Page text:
Most Valuable Player Awards
Well, Albert Pujols won, and if he didn’t do so in overwhelming fashion, those of us who were screaming for him to win should be happy enough to shut up about it.
You’d think, but frankly, the distribution of votes in the NL looks like something generated by a 20-sided die. Just more than half of the voting pool identified the best player in the league as the league’s MVP. One felt he was just the seventh-most valuable player in the league. That was Tom Haudricourt of the Milwaukee Journal-Sentinel, who published his ballot:
1. Ryan Howard, Phil
2. CC Sabathia, Mil
3. Manny Ramirez, LA
4. Carlos Delgado, NY
5. Aramis Ramirez, Chi
6. Prince Fielder, Mil
7. Albert Pujols, Stl
8. Ryan Ludwick, Stl
9. Ryan Braun, Mil
10. David Wright, NY
There’s almost certainly a 15,000-word column in just that ballot alone. I’ll leave it at this: that ballot is everything that is wrong with the current state of award voting. It weights everything but the measurable performance of the player over the course of the season, including teammate performance, timing of performance, narrative, and as far as I can tell, actual weight. It tried to parse the word “valuable” so finely that it loses all meaning. And it puts Prince Fielder ahead of Albert Pujols, which may be the single worst individual vote I’ve ever seen.
The staggering dissonance in the voting leaves you speechless. At least 26 writers honestly believed that Ryan Howard was more valuable than Chase Utley. At least four believed that Brad Lidge was more valuable than Utley. Two believed that in a league with Pujols, Utley, Lincecum, Santana, Hanley Ramirez, and a million other guys, that two months’ of excellent hitting by a poor defensive left fielder was worth more than all but one player’s work over the course of the season. Four felt that 131 innings of excellent pitching did much the same. Two people thought a pitcher who threw 69
If the credibility of the voting pool comes from being at the park every day and the knowledge gleaned from talking to people, I’m comfortable staying as far away as possible. Being that close to the game is clearly causing a break with reality, and that break with reality is now ingrained forever in these votes. It’s an abomination, and if the hardware is going to the right person, it doesn’t mean that the thought process displayed here shouldn’t be picked apart over and over until it’s made right.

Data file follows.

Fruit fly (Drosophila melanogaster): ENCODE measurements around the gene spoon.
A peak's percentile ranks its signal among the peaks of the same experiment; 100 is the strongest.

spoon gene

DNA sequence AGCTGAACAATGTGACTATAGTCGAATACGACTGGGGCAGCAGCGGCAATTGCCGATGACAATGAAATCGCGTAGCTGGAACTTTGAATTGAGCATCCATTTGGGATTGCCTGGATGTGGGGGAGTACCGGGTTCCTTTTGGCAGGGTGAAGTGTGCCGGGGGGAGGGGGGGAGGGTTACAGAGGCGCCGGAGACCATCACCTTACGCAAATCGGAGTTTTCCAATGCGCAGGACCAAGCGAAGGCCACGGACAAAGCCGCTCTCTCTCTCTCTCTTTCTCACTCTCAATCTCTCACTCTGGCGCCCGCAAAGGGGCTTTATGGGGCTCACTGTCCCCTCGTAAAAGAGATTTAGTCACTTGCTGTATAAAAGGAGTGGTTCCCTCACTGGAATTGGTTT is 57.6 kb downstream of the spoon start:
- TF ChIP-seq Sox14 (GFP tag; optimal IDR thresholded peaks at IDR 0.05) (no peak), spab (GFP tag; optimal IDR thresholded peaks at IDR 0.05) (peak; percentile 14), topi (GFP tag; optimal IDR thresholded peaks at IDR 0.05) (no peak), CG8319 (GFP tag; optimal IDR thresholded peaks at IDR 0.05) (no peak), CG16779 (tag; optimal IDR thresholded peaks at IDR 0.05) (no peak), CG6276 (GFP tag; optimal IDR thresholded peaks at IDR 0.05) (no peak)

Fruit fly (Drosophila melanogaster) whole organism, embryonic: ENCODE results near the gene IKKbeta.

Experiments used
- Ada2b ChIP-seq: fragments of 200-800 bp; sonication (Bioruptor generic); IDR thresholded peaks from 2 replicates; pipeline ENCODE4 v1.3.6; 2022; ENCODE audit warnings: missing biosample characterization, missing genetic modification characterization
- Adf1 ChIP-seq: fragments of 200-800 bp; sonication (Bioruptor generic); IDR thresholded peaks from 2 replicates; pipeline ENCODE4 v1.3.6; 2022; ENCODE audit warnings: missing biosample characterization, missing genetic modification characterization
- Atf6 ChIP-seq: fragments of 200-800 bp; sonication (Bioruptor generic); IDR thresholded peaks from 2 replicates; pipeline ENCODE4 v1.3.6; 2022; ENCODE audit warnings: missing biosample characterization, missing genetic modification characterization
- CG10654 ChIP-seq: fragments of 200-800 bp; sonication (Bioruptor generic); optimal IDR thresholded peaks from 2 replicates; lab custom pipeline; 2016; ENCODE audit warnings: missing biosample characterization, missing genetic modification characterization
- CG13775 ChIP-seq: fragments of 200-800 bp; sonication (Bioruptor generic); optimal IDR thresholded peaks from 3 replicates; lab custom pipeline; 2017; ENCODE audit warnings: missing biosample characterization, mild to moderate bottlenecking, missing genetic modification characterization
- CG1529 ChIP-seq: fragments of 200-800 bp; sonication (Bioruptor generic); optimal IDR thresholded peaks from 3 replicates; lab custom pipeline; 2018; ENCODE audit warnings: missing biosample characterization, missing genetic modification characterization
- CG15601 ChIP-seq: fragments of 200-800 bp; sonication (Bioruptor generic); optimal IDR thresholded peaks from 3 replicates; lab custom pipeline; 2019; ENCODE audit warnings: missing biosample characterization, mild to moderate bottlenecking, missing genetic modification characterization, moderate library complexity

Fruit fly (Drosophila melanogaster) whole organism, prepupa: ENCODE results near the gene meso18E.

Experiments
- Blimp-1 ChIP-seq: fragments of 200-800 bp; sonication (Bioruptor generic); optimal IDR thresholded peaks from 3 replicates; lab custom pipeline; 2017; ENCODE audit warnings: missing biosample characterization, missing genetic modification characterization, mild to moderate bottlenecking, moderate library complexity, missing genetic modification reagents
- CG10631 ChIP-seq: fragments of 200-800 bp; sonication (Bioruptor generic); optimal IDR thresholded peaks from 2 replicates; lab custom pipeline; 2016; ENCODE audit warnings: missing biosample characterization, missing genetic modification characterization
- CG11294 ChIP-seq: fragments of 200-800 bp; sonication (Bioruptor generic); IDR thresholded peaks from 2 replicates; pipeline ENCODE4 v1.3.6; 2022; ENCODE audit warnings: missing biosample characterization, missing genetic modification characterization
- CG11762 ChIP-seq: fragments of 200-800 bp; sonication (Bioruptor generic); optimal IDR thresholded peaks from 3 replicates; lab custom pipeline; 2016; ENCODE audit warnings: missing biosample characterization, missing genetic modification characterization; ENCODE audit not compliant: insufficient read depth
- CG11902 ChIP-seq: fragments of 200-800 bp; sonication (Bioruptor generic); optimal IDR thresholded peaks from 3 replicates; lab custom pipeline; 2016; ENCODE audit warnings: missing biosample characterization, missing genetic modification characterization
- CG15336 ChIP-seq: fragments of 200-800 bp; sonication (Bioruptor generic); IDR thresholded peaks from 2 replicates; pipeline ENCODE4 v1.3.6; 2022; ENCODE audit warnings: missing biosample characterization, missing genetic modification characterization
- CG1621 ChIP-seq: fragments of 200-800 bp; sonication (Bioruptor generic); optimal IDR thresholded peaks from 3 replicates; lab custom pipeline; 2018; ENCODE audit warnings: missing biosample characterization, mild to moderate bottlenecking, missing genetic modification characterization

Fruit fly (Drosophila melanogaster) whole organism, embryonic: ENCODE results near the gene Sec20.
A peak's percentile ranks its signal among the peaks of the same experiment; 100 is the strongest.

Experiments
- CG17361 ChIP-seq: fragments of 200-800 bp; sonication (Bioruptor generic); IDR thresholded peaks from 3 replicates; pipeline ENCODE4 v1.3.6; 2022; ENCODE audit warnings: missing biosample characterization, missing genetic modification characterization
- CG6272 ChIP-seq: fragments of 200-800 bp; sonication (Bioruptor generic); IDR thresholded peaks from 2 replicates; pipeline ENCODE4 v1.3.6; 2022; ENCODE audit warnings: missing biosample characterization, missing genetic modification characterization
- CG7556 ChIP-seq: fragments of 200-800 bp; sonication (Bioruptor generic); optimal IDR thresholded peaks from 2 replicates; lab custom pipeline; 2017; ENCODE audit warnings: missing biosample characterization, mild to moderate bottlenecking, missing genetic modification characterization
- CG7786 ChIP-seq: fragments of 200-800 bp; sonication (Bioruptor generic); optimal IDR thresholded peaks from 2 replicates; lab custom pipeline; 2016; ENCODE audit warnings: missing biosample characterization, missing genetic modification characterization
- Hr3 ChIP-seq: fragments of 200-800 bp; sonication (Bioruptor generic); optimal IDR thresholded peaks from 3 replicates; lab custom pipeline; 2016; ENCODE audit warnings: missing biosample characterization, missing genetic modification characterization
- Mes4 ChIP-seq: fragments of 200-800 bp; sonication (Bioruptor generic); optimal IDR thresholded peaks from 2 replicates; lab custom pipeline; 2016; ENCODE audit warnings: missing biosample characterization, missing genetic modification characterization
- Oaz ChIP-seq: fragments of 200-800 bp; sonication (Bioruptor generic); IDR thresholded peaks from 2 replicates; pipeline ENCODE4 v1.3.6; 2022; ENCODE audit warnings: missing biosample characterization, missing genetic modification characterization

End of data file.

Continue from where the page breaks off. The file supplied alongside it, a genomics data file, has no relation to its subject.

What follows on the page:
Ryan Howard was listed first on 12 ballots, in the top three on 26, and on 31 of 32 total, finishing second in the voting. Chase Utley’s highest ranking was fourth, he was named on just nine ballots, and he finished 15th in the voting.
Make better decisions.
That Dustin Pedroia won the AL MVP doesn’t bother me that much. He wasn’t the most valuable player in the league-that was Cliff Lee-but the field was just so weak that no winner was going to be inspiring. It is disappointing to see Justin Morneau dust Joe Mauer so decisively. I know I’m becoming shrill on this, but it’s the “stat guys” who are looking at the complete picture of a baseball player and what he does for his team, and the “non-stat guys” who are swooning at home runs and RBI. Until and unless that changes-and again, that’s an evolutionary process, not a revolutionary one-we’re going to get silly award votes. Joe Mauer is the most valuable Twin by any measure that isn’t merely a counting stat developed five generations ago.
Not a single person with a vote believed that Grady Sizemore was among the five most valuable players in the league. Just two believed that Lee was. No one thought Roy Halladay was, while 23 thought that Francisco Rodriguez deserved mention.
One last thing:
Hero to the Rescue PA AVG OBP SLG EqA VORP WARP Points Mark Teixeira w/Angels 234 .358 .449 .632 .359 34.9 4.4 1 Manny Ramirez w/Dodgers 220 .396 .489 .743 .398 49.8 5.3 138
The gap in the first seven columns doesn’t add up to the gap in the eighth. That difference may encapsulate the problem, and until that problem is solved, this is a broken system.